This weekend I harvested another crop from something I didn’t actually plant. Freebies are fun!
Fingerling potatoes were in the soil of one raised bed when we moved into Coppertop back in January. I only recognized them by their green vines which grew from early spring onward, and just browned in the last couple of weeks. In April I dug up one potato — a tiny specimen — to be sure the vines were actually from potatoes.
In Portugal, a large field at our farm had been planted with potatoes before we moved into our rental, and the terrific gardeners tended it, harvested it, and left us an enormous bag of yummy, waxy red potatoes that lasted us for many months. They carted other giant bags to the local market to make a few euros. The tiny pieces of potatoes left behind after machine harvesting continued to send up green vines, and we dealt with these while growing and tending many other veggies in the field the following year. Here’s the Portuguese potato field with its million-dollar view just after we moved into our quinta:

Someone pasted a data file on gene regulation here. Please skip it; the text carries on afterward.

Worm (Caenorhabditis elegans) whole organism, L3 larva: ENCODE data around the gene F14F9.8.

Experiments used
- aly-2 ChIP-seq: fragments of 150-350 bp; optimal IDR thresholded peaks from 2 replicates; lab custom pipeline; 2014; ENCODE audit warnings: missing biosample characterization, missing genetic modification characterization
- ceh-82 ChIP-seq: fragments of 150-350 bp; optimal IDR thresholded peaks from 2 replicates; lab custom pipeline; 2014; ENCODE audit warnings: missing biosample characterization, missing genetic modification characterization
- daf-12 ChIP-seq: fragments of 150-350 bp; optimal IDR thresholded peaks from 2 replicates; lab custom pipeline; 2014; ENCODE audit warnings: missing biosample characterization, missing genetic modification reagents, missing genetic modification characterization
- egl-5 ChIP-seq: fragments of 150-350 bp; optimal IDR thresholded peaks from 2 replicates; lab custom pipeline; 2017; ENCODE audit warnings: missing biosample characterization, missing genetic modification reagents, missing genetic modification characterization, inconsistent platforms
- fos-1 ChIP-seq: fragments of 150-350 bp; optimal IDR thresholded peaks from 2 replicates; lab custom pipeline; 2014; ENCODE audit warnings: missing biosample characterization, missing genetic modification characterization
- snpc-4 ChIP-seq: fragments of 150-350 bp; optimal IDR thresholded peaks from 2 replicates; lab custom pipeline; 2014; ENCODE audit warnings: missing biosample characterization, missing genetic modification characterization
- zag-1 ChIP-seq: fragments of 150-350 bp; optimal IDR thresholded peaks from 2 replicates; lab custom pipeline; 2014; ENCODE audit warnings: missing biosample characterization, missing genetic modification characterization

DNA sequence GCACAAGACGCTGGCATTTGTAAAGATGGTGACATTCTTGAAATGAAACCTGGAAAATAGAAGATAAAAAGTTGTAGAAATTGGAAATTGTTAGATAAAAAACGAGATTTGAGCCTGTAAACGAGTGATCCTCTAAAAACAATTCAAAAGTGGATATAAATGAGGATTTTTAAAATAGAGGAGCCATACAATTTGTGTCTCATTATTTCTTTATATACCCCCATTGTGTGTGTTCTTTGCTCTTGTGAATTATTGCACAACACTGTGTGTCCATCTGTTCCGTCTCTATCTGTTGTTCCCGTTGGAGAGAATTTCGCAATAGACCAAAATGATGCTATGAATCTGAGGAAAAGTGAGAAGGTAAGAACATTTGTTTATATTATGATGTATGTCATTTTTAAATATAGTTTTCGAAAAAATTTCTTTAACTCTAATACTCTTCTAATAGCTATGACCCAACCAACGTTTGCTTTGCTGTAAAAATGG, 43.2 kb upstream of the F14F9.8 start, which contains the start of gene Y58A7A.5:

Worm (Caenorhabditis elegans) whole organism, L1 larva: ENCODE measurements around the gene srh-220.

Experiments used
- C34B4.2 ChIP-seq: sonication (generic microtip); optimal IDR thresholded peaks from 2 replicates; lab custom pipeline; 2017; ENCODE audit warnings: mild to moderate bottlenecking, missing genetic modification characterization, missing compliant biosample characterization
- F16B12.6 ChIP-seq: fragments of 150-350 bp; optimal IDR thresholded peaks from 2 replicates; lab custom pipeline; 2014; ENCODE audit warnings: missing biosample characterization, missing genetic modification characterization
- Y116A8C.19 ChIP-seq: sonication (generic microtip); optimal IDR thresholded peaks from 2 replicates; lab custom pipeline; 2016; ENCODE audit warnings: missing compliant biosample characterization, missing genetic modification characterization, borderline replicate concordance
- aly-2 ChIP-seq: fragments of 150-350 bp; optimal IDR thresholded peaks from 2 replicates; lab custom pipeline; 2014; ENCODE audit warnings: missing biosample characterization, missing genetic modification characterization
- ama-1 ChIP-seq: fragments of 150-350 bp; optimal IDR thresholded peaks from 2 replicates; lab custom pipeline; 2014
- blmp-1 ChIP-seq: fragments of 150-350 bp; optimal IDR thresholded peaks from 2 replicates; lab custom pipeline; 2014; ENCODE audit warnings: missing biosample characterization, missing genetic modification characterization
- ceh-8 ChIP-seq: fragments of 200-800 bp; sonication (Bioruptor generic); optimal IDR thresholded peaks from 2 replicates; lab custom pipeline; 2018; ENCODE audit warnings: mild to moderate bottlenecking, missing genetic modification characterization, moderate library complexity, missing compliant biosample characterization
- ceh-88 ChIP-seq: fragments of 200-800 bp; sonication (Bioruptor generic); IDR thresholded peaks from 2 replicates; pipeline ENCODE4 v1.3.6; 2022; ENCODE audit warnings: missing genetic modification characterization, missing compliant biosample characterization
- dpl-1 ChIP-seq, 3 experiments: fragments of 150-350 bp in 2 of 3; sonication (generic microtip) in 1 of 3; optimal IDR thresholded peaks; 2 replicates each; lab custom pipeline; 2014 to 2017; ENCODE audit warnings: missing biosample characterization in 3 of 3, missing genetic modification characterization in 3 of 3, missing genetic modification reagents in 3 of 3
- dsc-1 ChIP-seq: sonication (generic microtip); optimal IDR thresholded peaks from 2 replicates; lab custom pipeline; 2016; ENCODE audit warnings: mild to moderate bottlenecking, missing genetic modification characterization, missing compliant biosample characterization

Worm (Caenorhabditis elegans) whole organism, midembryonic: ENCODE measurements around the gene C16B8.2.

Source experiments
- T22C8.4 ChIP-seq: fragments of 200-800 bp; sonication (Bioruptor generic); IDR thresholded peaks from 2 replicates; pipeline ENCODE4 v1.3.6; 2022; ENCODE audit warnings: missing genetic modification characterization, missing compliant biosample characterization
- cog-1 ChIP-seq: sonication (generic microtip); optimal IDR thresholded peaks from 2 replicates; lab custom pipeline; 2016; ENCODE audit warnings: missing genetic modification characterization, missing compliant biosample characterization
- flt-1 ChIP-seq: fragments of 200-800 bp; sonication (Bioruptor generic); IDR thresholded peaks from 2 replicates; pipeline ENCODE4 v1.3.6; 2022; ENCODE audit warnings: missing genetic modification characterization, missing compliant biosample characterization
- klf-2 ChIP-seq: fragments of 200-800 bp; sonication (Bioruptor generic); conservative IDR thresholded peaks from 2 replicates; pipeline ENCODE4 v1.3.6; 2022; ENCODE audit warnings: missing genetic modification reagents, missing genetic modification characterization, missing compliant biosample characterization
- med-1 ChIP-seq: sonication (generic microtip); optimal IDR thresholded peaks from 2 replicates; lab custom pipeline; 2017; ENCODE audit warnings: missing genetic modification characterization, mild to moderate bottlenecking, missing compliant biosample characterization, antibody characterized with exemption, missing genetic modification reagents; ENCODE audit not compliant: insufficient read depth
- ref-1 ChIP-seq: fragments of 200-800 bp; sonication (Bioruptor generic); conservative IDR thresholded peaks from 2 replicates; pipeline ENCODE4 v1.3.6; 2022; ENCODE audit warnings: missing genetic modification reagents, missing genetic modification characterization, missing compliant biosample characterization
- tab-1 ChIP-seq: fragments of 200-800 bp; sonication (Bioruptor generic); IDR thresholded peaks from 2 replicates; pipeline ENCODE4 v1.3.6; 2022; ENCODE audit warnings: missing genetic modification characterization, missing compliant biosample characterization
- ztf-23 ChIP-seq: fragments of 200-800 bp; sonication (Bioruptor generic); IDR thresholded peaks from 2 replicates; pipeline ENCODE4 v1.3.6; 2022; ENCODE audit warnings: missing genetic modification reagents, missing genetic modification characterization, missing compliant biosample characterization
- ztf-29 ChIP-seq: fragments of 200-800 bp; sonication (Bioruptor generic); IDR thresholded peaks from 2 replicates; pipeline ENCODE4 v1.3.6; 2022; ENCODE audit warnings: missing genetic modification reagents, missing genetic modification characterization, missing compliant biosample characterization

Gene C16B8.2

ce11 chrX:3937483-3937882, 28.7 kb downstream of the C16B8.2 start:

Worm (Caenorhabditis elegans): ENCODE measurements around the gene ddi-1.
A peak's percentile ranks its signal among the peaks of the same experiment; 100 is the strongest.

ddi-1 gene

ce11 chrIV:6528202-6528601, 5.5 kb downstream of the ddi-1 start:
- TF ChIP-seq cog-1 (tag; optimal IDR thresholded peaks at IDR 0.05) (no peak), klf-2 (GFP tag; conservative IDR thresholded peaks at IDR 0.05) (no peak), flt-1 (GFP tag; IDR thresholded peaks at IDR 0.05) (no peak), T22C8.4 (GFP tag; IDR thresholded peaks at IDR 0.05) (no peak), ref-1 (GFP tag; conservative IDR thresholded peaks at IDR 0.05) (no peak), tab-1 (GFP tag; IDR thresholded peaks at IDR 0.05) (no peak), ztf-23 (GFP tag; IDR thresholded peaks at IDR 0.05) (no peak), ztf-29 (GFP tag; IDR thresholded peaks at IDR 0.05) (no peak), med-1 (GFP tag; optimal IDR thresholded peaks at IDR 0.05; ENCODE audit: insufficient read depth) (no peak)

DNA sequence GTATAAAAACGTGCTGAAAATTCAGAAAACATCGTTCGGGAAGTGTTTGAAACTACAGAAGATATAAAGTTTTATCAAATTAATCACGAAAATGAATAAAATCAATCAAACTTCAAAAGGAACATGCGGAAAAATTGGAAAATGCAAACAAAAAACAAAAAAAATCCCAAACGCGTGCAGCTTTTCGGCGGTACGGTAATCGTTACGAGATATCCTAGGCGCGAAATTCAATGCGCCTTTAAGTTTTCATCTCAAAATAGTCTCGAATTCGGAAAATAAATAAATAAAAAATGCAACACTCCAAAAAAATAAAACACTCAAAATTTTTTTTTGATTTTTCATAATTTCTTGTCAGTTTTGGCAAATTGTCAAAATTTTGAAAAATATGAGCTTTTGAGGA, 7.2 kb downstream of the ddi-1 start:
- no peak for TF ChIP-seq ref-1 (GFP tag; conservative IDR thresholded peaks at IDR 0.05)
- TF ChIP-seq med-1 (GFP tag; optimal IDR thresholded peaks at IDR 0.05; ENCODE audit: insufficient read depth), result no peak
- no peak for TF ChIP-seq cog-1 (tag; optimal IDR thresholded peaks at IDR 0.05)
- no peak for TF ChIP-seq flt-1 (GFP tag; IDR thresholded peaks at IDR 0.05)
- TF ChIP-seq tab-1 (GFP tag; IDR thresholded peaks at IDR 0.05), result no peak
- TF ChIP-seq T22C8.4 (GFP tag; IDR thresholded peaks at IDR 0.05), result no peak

That was a wonderful place. But I digress! Coppertop potatoes came up easily, as did this old marker which was made by the previous owners and had been buried.
I harvested about half and will gather the remaining potatoes in a week or so if the dry weather holds. I’m not certain yet what I’ll plant in the crumbly, vacant bed after I add compost, but it won’t be anything from the nightshade family, or Solanaceae, which includes potatoes, tomatoes, peppers and eggplant. Crop rotation is the healthiest practice.